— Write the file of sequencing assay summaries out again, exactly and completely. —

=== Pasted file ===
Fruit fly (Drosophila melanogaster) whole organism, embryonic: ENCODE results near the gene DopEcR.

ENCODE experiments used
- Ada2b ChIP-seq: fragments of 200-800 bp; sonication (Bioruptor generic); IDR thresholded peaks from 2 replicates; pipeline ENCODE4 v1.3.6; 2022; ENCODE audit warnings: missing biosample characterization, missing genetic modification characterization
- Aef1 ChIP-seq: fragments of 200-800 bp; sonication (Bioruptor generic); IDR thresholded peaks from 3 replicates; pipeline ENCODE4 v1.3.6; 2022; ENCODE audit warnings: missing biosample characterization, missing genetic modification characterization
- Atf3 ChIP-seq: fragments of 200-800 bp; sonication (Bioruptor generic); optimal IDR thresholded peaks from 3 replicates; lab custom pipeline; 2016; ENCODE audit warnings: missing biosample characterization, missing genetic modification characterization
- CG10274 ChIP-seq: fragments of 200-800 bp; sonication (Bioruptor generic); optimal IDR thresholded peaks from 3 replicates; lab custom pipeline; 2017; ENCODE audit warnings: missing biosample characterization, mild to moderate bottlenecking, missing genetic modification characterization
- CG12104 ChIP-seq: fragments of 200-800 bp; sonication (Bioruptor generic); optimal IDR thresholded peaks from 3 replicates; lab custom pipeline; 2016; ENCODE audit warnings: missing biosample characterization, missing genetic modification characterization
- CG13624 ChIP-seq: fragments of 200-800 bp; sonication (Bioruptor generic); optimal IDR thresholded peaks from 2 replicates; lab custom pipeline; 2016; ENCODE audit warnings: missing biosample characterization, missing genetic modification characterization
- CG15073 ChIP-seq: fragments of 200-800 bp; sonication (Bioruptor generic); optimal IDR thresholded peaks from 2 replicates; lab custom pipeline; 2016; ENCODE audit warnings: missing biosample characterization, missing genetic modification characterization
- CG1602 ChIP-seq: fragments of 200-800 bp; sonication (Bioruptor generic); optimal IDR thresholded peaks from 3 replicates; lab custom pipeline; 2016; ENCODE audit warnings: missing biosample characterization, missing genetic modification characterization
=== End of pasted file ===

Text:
Fruit fly (Drosophila melanogaster) whole organism, embryonic: ENCODE results near the gene DopEcR.

ENCODE experiments used
- Ada2b ChIP-seq: fragments of 200-800 bp; sonication (Bioruptor generic); IDR thresholded peaks from 2 replicates; pipeline ENCODE4 v1.3.6; 2022; ENCODE audit warnings: missing biosample characterization, missing genetic modification characterization
- Aef1 ChIP-seq: fragments of 200-800 bp; sonication (Bioruptor generic); IDR thresholded peaks from 3 replicates; pipeline ENCODE4 v1.3.6; 2022; ENCODE audit warnings: missing biosample characterization, missing genetic modification characterization
- Atf3 ChIP-seq: fragments of 200-800 bp; sonication (Bioruptor generic); optimal IDR thresholded peaks from 3 replicates; lab custom pipeline; 2016; ENCODE audit warnings: missing biosample characterization, missing genetic modification characterization
- CG10274 ChIP-seq: fragments of 200-800 bp; sonication (Bioruptor generic); optimal IDR thresholded peaks from 3 replicates; lab custom pipeline; 2017; ENCODE audit warnings: missing biosample characterization, mild to moderate bottlenecking, missing genetic modification characterization
- CG12104 ChIP-seq: fragments of 200-800 bp; sonication (Bioruptor generic); optimal IDR thresholded peaks from 3 replicates; lab custom pipeline; 2016; ENCODE audit warnings: missing biosample characterization, missing genetic modification characterization
- CG13624 ChIP-seq: fragments of 200-800 bp; sonication (Bioruptor generic); optimal IDR thresholded peaks from 2 replicates; lab custom pipeline; 2016; ENCODE audit warnings: missing biosample characterization, missing genetic modification characterization
- CG15073 ChIP-seq: fragments of 200-800 bp; sonication (Bioruptor generic); optimal IDR thresholded peaks from 2 replicates; lab custom pipeline; 2016; ENCODE audit warnings: missing biosample characterization, missing genetic modification characterization
- CG1602 ChIP-seq: fragments of 200-800 bp; sonication (Bioruptor generic); optimal IDR thresholded peaks from 3 replicates; lab custom pipeline; 2016; ENCODE audit warnings: missing biosample characterization, missing genetic modification characterization